The Silver Age was relatively short lived as the popularity of the FPS was on a rise and hence more developers tried their hand on a variety of new iterations of the Counter Strike model of authentic weapon mechanics. id Software, the industry leader of the FPS genre in the Golden Age, fell behind this trend and their subsequent releases like Doom 3 and Quake 4 relied on Golden Age mechanics but with a modern narrative philosophy lifted from Half Life.
The mechanics of the Silver Age removed the once popular strategic elements from the FPS, leading to less intricate horizontally focused maps where choke-points and “camping spots” provided the tactical opportunities. In sum this led to a wider appeal to tactics, execution and coordination rather than strategic thinking, tracking and movement anticipation. It was just so fortuitous that this focus coincided with the new wave of the console FPS as sustained aiming was not of import.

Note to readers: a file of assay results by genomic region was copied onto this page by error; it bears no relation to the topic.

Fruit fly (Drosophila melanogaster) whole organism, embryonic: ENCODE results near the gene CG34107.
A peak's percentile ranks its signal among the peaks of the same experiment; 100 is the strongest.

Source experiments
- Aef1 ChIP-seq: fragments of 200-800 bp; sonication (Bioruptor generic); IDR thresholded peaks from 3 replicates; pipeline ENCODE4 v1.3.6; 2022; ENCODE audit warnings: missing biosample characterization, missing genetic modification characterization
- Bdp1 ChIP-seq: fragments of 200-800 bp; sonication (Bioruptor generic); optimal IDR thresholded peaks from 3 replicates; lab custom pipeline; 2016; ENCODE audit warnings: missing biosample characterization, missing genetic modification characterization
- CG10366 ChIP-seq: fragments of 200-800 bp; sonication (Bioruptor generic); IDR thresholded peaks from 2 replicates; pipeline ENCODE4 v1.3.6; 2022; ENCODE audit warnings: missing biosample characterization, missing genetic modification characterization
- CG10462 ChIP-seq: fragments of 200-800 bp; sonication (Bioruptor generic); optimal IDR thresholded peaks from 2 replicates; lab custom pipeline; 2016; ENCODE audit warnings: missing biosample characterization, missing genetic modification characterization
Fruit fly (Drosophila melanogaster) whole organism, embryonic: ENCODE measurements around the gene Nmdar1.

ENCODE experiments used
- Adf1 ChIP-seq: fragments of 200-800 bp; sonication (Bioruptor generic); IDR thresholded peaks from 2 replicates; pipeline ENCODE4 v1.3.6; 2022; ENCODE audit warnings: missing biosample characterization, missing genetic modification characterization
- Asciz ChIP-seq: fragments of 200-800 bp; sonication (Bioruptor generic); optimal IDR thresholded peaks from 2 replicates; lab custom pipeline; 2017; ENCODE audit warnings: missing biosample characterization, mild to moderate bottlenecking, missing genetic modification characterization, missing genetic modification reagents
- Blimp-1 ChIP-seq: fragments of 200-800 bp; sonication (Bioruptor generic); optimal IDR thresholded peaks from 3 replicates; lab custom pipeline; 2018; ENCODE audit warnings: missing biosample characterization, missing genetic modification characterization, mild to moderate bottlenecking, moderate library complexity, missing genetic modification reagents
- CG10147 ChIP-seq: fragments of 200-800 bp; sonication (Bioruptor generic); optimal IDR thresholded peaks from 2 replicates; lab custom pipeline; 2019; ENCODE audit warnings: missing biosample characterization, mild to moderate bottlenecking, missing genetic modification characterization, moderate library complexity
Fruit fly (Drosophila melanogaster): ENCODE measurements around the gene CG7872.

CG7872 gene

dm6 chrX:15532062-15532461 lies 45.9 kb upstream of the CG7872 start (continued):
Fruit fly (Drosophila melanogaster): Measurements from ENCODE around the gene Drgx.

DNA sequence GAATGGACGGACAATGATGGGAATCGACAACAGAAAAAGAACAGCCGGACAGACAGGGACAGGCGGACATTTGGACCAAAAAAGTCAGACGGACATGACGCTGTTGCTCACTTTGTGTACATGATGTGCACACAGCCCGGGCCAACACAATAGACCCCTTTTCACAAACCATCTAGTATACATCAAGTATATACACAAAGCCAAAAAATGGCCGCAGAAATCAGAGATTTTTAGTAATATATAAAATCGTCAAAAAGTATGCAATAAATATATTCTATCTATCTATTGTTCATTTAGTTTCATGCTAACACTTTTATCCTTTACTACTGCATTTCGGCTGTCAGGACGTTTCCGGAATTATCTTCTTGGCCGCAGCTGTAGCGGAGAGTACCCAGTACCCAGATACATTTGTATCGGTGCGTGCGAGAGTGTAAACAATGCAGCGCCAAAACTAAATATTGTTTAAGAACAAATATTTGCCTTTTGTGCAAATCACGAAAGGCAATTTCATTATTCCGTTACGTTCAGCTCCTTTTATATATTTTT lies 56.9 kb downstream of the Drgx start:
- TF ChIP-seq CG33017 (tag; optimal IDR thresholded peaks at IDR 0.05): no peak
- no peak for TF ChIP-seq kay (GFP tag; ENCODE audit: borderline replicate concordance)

But soon, in a short burst of development, we saw games like Red Orchestra: Combined Arms (2003/4) and Vietcong (2003) take gun mechanics to the next level by introducing ironsights and the distinction between hip-fire and Aim-Down-Sights, ending the Silver Age and catapulting us into the Modern Age.
/end part 2